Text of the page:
Next was Kazan’s “On the Waterfront”, (1954) where Marlon played dockside worker Terry Malloy. Marlon won a Best Actor Oscar for “On the Waterfront” and he used it as a doorstop, such was his scorn for the Hollywood Establishment. He had never respected the profession of acting, but it was the only thing he knew how to do. In his later years he is seen in an interview stating that he found it “odious, unpleasant, a waste of life.” When he won a second Best Actor Academy Award, for “The Godfather” he wasn’t present, but sent a Native American woman to make a speech.
Only once, in 1961 Marlon tried his hand at directing with “One Eyed Jacks”, which oddly, isn’t mentioned in the new documentary. This was a very good film, shot in expensive VistaVision, and which the perfectionist Marlon spent forever, shooting and editing, costing the studio vast sums. It’s largely forgotten, but well worth seeking out.
In 1972 Bernardo Bertolucci brought him back to his beloved Paris, a place he had visited all his life, to make “Last Tango in Paris”. The 30 year old Bertolucci set Marlon free to express himself, and Marlon revealed himself so nakedly that he swore never to show such vulnerability again. He created a monolog where he talked about his own childhood. Bertolucci now says, “I thought he was the most extraordinary actor and person I would ever come across in my life, and I was right.”
Brando had an early retirement from Hollywood, because of being difficult to work with, but had a spectacular comeback in 1979 , thanks to Francis Ford Coppola, casting him in “Apocalpyse Now”, which won four Oscars, and the Palme d’Or at Cannes Film Festival, plus many other major world awards.
In 1989 he made his final film, “The Dry White Season” and was again nominated for an Academy Award.
In Marlon’s old age, he became grossly over-weight, and experienced family tragedies, when his son Christian, long addicted to alcohol and cocaine, shot his own half-sister’s lover. Not long after, Marlon’s half-Tahitian daughter committed suicide. She had stated that she was “always the sacrificial lamb for Marlon Brando.”
He died ten years later, at age eighty ten years ago, in 2004, ‘having paid the highest price,’ says the documentary film.
This excellent film ends by asking, “Can a man be the greatest actor who ever lived, despite himself?” However it remains true that Brando re-wrote the history of film acting and his influence and legend will never die.

NOTE: (added March 2017) “One Eyed Jacks” has now been lovingly and appreciatively restored from the original negative, by Martin Scorsese’s Foundation for the preservation of films. Released once again on DVD and BLU ray, after a very long period languishing in “the public domain” and found only in very poor quality DVDs in discount stores. The Blu Ray experience is superb and the gorgeous Monterey, California locations are stunning. The acting of Brando, Karl Malden, the exquisite Pina Pellicer, Katy Jurado, and other famous names of the times, is faultless and the drama of the story with it’s many profound human issues never grows tired. I have watched this film many times, but this Blu Ray experience recently was the best for about 55 years, since the VistaVision print on the big screen. I bought it from the USA on Amazon.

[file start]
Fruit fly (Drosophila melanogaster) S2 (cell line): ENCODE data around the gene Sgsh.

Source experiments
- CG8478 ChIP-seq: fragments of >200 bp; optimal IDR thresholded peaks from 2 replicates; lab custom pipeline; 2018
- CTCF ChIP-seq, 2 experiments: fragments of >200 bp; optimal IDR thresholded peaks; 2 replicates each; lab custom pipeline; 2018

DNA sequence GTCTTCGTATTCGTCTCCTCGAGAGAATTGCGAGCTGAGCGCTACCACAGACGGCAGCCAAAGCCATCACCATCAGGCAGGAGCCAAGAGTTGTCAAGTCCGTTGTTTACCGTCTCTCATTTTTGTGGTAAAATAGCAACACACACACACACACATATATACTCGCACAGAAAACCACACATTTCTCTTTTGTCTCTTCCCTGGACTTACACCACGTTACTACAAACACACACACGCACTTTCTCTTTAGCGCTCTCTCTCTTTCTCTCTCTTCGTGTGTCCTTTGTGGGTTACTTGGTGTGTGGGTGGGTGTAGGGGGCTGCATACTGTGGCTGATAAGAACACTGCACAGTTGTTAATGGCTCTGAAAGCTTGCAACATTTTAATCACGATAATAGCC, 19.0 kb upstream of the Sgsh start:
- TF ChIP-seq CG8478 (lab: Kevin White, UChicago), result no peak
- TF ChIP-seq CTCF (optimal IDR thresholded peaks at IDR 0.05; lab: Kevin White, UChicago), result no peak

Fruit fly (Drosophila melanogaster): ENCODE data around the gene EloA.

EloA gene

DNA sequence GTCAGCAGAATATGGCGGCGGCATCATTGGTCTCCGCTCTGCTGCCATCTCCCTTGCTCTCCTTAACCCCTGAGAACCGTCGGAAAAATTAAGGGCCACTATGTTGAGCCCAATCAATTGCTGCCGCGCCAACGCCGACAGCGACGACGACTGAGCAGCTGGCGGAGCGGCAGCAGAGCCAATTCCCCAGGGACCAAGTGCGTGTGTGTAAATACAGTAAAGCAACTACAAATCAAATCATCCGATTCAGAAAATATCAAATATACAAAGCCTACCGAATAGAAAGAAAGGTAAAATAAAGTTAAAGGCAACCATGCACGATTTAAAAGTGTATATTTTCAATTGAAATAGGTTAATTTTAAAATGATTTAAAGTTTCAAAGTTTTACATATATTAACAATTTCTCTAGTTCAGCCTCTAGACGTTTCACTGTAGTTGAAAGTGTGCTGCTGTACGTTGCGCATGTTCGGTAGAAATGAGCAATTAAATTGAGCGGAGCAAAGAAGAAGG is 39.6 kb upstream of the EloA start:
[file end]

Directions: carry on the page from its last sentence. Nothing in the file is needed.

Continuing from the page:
About cynephilia

Lifetime student of and devourer of international Cinema. Artist, teacher, traveller - especially to my "other home", Java, Indonesia. Features writer for 14 years, for The Jakarta Post, national English language daily newspaper. I was born in New Zealand, but lived in Queensland, Australia since 1970. My profound link with Indonesia began in 1983, when visiting Bali (then an island of arts and of inspiration for an artist), and then again in 1994 when a visit to Yogyakarta, Java, began a process of that town and it's warm people becoming another home and extended family for me. Yogyakarta is the Artistic capital of Indonesia, and so it was the place for me. In 2000 I became a regular contributor about the arts for The Jakarta Post, and cinema, my lifetime passion, later began to become my focus for writing. The advent of The Asia Pacific Screen Awards, (APSA) in South East Queensland, launched in 2007 gave me opportunities to meet some the great film-makers of Asia, and see their amazing work. APSA is a kind of "Oscars" for the Asia-Pacific Region.